CBIA BizCast: Positioning Manufacturers for Success

“Untapped talent pool.” RSM’s Kendra Blacksher speakers with CBIA’s Amanda Marlow.

RSM industrial products senior analyst Kendra Blacksher believes creative solutions are essential to addressing the worker shortage crisis. 

Blacksher joined CBIA’s BizCast team to talk about how employers are navigating an uncertain economy. 

RSM supported the development and production the 2022 Connecticut Manufacturing Report, which highlights the needs of manufacturers across the state. 

She also moderated a panel of manufacturing leaders during CBIA’s Oct. 27 Made in Connecticut: Manufacturing Summit in Wallingford. 

“We heard leaders talk about using the call a friend approach, appealing to some of the desires of a younger talent pool as our baby boomers start to exit the workforce and incentivizing people to get more talent in the door,” Blacksher said. 

Perception vs. Reality

Blacksher said the findings and anecdotal stories from Connecticut business leaders are similar to what she sees at a national level. 

Nearly 90% of Connecticut manufacturers reported difficulty finding and retaining workers, and 44% said that was their biggest obstacle to growth.

Blacksher highlighted efforts to change outdated perceptions of manufacturing, including showcasing modern workplace environments and highly paid, skilled career opportunities.

Blacksher expressed optimism about the labor force in Connecticut, and the opportunity for manufacturers to diversify their talent pools. 

She said employers are finding creative solutions to connect with their employees and keep them engaged.

“Brittany Isherwood from Burke Aerospace spoke to how she’s really looking to connect with the talent, and provide opportunities for upward feedback,” Blacksher said.

“Not only providing the opportunity, but then effectively implementing kind of what she’s heard and appealing to the long term career goals of talent versus let me just fill this job.”


Blacksher expressed optimism about Connecticut’s labor force and the opportunity for manufacturers to diversify their talent pools, both from a skillset and cultural perspective.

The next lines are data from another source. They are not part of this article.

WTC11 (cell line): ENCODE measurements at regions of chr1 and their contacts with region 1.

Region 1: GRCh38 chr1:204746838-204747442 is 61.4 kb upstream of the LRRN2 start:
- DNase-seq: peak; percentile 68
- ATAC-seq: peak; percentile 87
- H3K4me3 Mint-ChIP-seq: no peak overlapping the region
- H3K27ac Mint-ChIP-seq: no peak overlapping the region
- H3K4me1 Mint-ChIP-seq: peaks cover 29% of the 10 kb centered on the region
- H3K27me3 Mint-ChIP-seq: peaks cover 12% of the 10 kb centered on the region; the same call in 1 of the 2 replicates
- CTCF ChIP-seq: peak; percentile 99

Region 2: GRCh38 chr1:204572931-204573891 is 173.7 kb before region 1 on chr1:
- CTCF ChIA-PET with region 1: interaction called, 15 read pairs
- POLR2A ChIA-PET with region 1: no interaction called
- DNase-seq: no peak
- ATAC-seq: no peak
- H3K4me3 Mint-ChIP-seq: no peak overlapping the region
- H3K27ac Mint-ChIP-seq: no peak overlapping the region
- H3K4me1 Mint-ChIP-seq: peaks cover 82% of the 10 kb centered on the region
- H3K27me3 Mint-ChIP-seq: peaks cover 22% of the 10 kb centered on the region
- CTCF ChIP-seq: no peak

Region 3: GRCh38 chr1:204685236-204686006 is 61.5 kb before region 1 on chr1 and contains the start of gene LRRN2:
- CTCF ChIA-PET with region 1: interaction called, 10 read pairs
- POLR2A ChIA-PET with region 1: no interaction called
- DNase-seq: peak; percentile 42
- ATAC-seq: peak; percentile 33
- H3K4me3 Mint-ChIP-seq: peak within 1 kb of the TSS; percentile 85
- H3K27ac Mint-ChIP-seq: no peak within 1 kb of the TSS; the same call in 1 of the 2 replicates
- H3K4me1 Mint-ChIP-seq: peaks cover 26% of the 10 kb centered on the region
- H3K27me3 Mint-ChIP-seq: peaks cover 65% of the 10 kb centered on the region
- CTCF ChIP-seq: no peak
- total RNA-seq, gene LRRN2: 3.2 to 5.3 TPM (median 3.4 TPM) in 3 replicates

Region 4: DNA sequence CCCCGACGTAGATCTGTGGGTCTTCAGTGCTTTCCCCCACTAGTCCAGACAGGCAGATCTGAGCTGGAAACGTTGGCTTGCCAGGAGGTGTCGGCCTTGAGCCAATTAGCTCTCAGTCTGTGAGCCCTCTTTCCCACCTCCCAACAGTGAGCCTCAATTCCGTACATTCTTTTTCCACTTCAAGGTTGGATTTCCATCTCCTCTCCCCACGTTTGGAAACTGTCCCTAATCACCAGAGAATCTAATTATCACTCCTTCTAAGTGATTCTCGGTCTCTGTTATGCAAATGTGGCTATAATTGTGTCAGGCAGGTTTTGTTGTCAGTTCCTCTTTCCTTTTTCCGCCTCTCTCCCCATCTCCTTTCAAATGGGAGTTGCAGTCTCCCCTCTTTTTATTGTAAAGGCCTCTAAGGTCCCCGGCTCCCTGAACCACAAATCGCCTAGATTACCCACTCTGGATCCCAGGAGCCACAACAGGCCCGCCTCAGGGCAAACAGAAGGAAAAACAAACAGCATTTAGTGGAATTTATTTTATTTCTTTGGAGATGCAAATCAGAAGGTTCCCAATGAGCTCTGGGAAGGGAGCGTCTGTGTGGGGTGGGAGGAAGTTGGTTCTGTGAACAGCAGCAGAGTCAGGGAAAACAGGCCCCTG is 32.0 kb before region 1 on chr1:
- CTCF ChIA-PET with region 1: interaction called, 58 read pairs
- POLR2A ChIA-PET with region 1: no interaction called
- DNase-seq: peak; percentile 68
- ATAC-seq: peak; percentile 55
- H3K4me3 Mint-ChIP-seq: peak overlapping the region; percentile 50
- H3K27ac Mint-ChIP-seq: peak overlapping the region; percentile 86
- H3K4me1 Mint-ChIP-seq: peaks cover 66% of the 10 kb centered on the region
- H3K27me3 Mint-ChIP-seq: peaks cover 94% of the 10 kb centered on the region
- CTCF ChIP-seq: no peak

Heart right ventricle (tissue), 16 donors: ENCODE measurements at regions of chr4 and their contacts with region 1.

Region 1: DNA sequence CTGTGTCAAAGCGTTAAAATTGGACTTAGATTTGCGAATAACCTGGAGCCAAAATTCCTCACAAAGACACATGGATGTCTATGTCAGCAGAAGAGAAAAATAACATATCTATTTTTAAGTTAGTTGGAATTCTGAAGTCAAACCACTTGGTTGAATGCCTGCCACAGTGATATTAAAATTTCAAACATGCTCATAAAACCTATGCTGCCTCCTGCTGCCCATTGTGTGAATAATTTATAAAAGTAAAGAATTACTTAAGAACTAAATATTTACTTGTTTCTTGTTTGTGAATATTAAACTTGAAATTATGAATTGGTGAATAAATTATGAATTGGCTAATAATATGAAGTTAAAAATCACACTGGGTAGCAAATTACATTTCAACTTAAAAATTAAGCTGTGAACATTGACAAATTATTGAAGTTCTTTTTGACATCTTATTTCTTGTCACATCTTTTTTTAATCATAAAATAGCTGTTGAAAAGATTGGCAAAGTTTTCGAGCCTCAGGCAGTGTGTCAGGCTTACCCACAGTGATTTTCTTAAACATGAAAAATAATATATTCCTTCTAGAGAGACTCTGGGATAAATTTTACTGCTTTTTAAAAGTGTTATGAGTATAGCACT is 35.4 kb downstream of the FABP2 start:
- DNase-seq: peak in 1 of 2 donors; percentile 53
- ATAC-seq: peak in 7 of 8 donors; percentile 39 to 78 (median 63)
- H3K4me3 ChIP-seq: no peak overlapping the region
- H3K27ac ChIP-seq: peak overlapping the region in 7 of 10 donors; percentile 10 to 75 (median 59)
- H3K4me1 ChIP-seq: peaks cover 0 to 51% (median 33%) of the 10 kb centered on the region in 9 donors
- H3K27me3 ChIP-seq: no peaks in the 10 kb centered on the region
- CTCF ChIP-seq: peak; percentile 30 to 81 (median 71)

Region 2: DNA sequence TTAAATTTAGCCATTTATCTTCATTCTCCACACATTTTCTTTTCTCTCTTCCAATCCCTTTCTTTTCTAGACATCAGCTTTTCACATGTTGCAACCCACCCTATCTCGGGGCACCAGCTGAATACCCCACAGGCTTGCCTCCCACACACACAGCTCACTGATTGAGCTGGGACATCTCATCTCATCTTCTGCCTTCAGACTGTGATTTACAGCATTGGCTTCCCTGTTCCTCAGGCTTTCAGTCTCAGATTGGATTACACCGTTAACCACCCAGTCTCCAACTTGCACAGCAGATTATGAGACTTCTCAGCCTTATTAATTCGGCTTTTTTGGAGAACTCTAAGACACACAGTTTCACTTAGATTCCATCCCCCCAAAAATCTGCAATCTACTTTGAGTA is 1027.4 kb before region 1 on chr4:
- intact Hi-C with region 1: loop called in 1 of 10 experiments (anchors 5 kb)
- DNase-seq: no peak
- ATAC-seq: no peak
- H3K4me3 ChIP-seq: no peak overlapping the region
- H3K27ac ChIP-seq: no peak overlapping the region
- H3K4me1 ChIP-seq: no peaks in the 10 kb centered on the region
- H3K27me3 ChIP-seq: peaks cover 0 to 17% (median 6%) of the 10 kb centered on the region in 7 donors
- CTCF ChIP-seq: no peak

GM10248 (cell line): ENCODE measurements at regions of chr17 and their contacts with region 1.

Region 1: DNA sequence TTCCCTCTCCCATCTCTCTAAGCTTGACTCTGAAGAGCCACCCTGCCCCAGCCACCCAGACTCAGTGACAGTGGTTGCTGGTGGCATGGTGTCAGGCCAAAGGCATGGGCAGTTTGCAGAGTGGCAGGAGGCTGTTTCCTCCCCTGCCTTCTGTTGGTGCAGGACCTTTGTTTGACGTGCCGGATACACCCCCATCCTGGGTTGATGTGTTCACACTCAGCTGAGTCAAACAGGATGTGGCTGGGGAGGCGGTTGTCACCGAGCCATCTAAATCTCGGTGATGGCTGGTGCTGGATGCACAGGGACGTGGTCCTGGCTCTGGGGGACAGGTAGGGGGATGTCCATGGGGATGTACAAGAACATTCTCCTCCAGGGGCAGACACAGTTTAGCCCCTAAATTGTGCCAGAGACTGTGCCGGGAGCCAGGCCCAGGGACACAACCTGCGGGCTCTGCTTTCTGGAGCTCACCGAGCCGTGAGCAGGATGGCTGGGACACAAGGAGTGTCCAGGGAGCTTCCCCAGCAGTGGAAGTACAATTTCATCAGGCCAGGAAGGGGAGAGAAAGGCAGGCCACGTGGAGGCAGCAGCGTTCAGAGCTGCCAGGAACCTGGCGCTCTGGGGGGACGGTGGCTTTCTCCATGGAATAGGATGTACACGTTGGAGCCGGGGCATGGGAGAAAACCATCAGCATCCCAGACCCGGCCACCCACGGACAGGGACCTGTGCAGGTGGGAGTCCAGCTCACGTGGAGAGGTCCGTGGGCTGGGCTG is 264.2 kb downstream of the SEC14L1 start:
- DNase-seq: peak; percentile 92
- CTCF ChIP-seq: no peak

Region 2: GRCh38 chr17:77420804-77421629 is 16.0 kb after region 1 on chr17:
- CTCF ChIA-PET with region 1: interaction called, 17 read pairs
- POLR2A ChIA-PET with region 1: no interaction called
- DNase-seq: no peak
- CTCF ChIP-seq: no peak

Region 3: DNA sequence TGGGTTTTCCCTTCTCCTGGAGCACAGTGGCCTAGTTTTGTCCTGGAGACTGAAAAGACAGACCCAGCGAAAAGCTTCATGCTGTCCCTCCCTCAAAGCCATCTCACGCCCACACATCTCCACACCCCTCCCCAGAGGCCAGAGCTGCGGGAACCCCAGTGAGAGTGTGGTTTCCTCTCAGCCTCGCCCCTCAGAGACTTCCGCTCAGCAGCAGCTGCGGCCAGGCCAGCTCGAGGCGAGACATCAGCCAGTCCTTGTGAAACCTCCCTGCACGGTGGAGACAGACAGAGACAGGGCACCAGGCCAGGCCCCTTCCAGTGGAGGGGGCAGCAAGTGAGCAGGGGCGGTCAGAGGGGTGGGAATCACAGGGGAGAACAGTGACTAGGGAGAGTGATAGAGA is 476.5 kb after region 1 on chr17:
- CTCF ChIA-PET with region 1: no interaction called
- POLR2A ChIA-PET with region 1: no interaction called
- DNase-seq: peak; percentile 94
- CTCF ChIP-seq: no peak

She also stressed the importance of initiatives like the Manufacturing Institute’s 35 x 30 campaign, which is designed to increase women’s representation in manufacturing to 35% by 2030.

“For me hearing that I’m like, okay, there’s a labor shortage, but there’s also an untapped pool of great talent that the manufacturers can tap into to alleviate some of those shortages or some of the labor force burden,” said Blacksher.

Blacksher is encouraging leaders to look to the future of the industry and the role that digitization and automation will play for manufacturers. 

She stressed that finding, retaining, and training employees with those skills will be important for employers. 

“A lot of people think about technology and they automatically think of less shops,” said Blacksher.

“But we need people to work the technology and it’s really creating the space so that our talent can maximize their skill sets.

“Presently, we have a lot of manual labor within manufacturing facilities, but as things become more digitized, maybe they need more people with an engineering skill set, or the ability to adapt and work collaboratively with technology.”

Supply Chain Turmoil 

The report also showed a staggering 93% of manufacturers were affected by supply chain disruptions. 

Blacksher said the best thing manufacturers can do is communicate through the entire supply chain. 

“One of the things that’s been really useful is where companies can leverage data-driven decision making.”

RSM’s Kendra Blacksher

If a company has a good understanding of everything that will impact their timelines, they will be better off. This includes demand, resources, and their labor force.

“One of the things that’s been really useful is where companies can leverage data-driven decision making,” Blacksher said.

“What that means is having the right technology to be able to get data real-time, so that you know when things change right away and you can pivot where you need to.”

Optimistic Future

Despite challenges, there are some signs of optimism, including more manufacturers reporting profits. 

More than two-thirds (68%) of Connecticut manufacturers reported profits in 2021, with 69% expecting to turn a profit in 2022. 

“I think the sentiment is good,” said Blacksher. “Manufacturers have been able to navigate uncertain terrain. 

“I think there’s a bit of comfort that’s coming out in the uncertainty because companies have been able to remain profitable in the midst of a very uncertain time.”


“It is still uncertain, but I think there’s a bit of comfort that’s coming out in the uncertainty because companies have been able to remain profitable in the midst of a very uncertain time.”

As Blacksher reflected on her conversations with Connecticut manufacturers, she said how they are innovating and thinking differently about supporting their workers struck her the most.

She highlighted a question she asked the panel about the rising cost of doing business and the rising cost of living.

“The response was one of caring and collaboration,” said Blacksher. “To really work to ensure that the talent has what they need to be able to live a good and decent life.”

The CBIA BizCast is made possible through the generous support of Google. Please rate, review, and subscribe to the BizCast wherever you get your podcasts—we appreciate your support! If you have a story to tell, contact Amanda Marlow.


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